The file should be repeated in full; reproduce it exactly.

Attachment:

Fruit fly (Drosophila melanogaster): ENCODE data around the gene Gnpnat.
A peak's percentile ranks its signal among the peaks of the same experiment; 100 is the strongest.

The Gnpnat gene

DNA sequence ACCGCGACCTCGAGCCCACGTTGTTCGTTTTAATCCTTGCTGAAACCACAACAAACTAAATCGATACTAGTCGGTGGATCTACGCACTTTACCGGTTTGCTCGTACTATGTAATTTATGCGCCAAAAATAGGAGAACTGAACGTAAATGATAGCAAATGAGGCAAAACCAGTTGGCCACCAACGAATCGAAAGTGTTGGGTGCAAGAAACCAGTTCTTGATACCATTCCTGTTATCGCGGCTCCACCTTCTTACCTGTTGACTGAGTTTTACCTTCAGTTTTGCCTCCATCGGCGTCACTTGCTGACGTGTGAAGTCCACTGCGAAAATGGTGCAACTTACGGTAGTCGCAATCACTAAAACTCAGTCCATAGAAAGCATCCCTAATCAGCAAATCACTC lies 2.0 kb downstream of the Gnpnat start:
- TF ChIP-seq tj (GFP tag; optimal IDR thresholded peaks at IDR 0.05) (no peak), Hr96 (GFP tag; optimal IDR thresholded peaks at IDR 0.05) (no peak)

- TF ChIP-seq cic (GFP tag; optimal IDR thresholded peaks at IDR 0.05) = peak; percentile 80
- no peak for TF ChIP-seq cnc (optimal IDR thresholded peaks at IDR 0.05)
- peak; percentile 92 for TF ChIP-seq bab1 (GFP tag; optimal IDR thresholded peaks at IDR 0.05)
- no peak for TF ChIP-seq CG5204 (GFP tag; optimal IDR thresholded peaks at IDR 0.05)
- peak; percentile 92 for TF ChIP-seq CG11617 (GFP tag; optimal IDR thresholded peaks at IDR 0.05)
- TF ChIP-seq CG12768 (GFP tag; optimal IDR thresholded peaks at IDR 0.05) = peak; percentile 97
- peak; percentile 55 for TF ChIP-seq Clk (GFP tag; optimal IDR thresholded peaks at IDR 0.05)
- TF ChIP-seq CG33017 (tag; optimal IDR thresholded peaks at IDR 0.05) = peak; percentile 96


Fruit fly (Drosophila melanogaster): ENCODE data around the gene Gnpnat.
A peak's percentile ranks its signal among the peaks of the same experiment; 100 is the strongest.

The Gnpnat gene

DNA sequence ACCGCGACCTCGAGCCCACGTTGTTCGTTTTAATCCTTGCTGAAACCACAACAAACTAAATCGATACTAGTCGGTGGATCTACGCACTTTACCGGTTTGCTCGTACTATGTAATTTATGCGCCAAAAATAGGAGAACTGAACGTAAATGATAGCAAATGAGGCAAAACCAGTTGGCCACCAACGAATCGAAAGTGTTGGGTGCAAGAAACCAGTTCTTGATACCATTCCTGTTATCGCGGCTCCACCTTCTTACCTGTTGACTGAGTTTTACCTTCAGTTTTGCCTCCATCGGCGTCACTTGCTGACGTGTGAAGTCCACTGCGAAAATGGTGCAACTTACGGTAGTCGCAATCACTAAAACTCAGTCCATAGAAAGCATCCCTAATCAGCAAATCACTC lies 2.0 kb downstream of the Gnpnat start:
- TF ChIP-seq tj (GFP tag; optimal IDR thresholded peaks at IDR 0.05) (no peak), Hr96 (GFP tag; optimal IDR thresholded peaks at IDR 0.05) (no peak)

- TF ChIP-seq cic (GFP tag; optimal IDR thresholded peaks at IDR 0.05) = peak; percentile 80
- no peak for TF ChIP-seq cnc (optimal IDR thresholded peaks at IDR 0.05)
- peak; percentile 92 for TF ChIP-seq bab1 (GFP tag; optimal IDR thresholded peaks at IDR 0.05)
- no peak for TF ChIP-seq CG5204 (GFP tag; optimal IDR thresholded peaks at IDR 0.05)
- peak; percentile 92 for TF ChIP-seq CG11617 (GFP tag; optimal IDR thresholded peaks at IDR 0.05)
- TF ChIP-seq CG12768 (GFP tag; optimal IDR thresholded peaks at IDR 0.05) = peak; percentile 97
- peak; percentile 55 for TF ChIP-seq Clk (GFP tag; optimal IDR thresholded peaks at IDR 0.05)
- TF ChIP-seq CG33017 (tag; optimal IDR thresholded peaks at IDR 0.05) = peak; percentile 96